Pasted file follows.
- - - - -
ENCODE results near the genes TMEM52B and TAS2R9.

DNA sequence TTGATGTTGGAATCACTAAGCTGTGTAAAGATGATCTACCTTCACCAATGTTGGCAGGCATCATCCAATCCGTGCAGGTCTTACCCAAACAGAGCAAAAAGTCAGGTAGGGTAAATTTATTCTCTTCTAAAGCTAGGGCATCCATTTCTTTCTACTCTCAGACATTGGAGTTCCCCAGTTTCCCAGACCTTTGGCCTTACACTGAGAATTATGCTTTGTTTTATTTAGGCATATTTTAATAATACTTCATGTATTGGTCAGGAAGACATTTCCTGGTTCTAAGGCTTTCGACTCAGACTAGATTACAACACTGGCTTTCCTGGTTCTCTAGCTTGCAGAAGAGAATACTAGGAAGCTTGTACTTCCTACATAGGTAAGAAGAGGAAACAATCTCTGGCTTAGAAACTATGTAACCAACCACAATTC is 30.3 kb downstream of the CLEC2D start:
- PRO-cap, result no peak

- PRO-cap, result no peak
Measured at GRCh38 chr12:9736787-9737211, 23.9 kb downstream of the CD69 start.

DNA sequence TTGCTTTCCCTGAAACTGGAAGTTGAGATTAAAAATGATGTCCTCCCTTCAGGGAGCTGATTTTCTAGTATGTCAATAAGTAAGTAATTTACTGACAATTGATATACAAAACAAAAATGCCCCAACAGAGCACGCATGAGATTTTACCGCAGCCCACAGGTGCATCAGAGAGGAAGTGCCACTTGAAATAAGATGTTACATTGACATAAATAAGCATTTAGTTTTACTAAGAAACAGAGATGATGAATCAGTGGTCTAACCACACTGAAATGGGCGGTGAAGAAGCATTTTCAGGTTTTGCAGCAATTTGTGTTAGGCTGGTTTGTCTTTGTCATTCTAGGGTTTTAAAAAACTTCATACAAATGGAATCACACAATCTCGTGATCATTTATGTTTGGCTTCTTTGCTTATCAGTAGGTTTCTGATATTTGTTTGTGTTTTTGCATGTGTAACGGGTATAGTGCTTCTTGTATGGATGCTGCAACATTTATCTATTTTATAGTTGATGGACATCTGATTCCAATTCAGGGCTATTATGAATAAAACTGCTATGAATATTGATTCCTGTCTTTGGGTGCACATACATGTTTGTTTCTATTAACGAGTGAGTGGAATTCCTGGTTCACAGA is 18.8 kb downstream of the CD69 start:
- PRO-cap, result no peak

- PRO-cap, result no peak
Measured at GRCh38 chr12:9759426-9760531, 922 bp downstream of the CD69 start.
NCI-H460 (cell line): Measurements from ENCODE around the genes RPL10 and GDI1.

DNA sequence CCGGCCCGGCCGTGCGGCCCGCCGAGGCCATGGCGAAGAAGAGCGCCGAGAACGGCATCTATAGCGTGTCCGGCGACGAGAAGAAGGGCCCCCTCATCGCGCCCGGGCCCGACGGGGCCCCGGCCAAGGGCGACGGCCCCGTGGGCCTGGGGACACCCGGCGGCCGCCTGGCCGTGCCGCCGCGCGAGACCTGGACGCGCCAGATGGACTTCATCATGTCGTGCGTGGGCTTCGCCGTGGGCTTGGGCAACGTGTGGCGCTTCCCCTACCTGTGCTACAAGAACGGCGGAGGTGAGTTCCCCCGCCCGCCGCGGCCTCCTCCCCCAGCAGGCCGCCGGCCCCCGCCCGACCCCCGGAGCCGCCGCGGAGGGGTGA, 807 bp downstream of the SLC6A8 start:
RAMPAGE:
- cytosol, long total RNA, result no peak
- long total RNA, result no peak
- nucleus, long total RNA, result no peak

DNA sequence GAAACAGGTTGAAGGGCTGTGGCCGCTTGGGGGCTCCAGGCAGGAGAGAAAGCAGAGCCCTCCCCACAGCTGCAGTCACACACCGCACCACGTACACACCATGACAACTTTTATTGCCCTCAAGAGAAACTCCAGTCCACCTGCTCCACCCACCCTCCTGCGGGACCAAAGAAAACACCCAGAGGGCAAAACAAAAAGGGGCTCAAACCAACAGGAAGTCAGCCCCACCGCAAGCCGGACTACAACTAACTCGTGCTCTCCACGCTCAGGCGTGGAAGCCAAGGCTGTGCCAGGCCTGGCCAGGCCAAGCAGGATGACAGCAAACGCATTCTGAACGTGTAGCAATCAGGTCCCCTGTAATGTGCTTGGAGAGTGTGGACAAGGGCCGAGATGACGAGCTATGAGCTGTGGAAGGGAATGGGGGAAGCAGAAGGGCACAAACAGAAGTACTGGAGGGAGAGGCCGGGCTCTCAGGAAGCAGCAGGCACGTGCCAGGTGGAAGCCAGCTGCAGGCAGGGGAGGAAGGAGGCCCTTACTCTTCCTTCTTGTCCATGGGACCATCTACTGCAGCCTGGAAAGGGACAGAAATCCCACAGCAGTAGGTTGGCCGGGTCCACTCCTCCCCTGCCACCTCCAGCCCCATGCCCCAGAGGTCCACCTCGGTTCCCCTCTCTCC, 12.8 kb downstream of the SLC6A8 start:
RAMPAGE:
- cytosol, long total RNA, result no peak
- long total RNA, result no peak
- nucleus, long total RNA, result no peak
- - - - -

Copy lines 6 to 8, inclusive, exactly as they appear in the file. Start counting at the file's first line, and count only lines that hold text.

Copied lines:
DNA sequence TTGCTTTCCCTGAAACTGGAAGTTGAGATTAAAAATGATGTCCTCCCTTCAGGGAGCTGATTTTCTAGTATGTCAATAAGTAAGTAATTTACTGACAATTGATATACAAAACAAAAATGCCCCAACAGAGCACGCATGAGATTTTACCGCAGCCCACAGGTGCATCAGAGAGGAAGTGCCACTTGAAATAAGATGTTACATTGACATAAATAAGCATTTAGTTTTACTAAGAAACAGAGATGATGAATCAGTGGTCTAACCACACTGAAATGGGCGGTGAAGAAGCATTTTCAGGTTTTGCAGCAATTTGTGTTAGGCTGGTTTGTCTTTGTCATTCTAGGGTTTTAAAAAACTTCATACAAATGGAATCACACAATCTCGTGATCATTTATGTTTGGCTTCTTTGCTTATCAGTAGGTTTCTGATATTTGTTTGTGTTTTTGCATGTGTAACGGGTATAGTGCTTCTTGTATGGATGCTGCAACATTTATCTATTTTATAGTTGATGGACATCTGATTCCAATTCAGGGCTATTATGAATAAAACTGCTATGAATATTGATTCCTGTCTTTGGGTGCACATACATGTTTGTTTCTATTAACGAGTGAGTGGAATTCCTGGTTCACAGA is 18.8 kb downstream of the CD69 start:
- PRO-cap, result no peak

- PRO-cap, result no peak